fix foia

For those of you keeping score at home, South Carolina ranks dead last in the nation when it comes to the accessibility of government documents. In other words, our state’s elected officials are better than anyone when it comes to keeping secrets.

What’s driving this unparalleled culture of secrecy?

Easy: Our state’s “Republican-controlled” General Assembly does NOT want you to know how they spend your money. Or who they are spending their nights with. Accordingly, they have permitted the rampant abuse of our state’s Freedom of Information Act (FOIA) laws – while at the same time completely exempting themselves from having to follow these laws.

Ridiculous, right? Of course …

FOIA is an essential tool for holding elected officials accountable – which is why these elected officials are perpetually looking for ways to weasel out of it.

Standing against this culture of secrecy is one legislative veteran: S.C. Rep. Rick Quinn.

Against the urging of other “FOIA reformers,” Quinn – an ex-GOP majority leader – introduced a FOIA amendment last year which would have forced state lawmakers to follow these laws. He’s pushing a similar statutory change this year.

“Meaningful reform must include the elimination of the legislative exemption from FOI laws,” Quinn told FITS recently. “I will continue to press for this reform. We had two decisive votes in favor of the proposal in the House. We must hold the Senate’s feet to the fire.”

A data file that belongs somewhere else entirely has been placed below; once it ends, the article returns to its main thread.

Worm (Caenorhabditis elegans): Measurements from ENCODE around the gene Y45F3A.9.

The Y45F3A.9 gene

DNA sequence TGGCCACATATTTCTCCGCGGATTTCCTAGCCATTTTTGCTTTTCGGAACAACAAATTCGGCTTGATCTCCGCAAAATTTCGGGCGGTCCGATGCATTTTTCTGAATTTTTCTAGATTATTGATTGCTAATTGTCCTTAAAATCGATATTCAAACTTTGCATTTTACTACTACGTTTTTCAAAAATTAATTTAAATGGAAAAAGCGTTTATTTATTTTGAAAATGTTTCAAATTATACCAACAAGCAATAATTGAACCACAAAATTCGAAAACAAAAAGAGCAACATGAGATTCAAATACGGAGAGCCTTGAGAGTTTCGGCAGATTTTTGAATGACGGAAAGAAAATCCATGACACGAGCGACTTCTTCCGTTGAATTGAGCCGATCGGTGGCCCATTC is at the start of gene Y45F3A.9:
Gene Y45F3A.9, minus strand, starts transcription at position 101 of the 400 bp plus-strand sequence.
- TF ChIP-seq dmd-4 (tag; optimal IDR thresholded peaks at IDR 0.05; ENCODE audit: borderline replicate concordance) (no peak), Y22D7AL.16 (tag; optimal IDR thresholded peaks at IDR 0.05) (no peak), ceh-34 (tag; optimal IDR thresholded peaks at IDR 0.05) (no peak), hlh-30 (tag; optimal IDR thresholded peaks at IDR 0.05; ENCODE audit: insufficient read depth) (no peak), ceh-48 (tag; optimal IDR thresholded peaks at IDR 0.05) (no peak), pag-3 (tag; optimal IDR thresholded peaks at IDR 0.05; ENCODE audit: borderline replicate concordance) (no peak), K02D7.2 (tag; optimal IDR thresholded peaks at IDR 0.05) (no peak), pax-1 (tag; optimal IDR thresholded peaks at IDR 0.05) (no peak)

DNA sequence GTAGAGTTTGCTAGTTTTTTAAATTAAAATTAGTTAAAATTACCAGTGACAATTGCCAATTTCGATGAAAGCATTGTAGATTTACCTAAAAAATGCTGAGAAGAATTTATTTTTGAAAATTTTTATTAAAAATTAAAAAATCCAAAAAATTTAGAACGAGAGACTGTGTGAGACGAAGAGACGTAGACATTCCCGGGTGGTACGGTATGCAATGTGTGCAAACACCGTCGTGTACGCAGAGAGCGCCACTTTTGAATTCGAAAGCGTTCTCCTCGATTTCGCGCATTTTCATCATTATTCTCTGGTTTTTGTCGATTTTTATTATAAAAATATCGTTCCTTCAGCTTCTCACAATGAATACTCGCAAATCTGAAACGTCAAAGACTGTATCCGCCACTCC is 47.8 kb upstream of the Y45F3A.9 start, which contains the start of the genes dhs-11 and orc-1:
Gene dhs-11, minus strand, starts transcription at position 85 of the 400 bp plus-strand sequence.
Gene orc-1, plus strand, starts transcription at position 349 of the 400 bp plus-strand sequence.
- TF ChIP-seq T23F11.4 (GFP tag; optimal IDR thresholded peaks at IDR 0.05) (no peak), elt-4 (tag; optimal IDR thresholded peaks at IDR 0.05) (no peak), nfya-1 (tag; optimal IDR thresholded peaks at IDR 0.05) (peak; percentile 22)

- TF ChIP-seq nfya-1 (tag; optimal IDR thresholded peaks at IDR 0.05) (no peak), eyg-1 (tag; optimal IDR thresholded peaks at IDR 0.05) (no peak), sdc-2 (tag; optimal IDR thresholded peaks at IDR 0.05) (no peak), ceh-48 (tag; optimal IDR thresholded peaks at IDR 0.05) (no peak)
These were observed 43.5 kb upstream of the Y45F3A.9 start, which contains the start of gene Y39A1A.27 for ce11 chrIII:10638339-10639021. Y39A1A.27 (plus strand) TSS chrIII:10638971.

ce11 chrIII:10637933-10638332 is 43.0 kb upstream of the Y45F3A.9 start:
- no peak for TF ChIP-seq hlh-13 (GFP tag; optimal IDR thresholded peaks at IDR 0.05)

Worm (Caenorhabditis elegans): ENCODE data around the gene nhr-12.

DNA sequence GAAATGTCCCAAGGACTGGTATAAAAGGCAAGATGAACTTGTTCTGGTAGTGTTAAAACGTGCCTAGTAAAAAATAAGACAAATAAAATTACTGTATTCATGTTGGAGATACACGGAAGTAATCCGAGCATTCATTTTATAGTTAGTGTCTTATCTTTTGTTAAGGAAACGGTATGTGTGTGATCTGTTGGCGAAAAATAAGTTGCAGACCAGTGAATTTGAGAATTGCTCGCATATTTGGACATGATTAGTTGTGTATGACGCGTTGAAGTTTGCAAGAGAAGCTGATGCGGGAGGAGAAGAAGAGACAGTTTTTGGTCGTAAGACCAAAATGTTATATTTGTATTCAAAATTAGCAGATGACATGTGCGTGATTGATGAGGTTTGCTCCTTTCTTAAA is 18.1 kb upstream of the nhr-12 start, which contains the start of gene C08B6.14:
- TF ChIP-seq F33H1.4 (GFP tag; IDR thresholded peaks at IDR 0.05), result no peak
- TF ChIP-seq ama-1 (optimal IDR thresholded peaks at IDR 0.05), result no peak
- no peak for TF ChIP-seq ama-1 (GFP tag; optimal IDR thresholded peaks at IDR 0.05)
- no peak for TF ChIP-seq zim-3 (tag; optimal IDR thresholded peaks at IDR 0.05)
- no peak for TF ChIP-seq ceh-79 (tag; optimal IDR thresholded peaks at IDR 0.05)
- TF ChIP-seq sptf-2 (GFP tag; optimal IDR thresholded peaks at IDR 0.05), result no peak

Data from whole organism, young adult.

And apparently the governor’s feet, too …

In addition to using the FOIA exemption to cover up evidence of her extramarital affairs, Haley has ignored the law in an effort to keep a lid on public access to her gubernatorial actions. Months after taking office Haley’s administration began charging reporters for responding to FOIA requests. A few months after that, the self-appointed transparency queen deliberately omitted relevant emails sought via FOIA by reporter Renee Dudley ofThe (Charleston, S.C.) Post and Courier.

S.C. Rep. Bill Taylor is proposing a host of FOIA reforms this legislative session – including some important revisions to the current law (and strengthening of penalties for refusing to follow it) – but his proposal stops short of addressing the legislative exemption.

It shouldn’t …

So long as one branch of government views itself as being “above the law,” South Carolina will never have true transparency.

Taylor and Quinn should join forces on real FOIA reform in the S.C. House, while the “Republican-controlled” Senate and governor’s office should stop stonewalling these long-overdue reforms.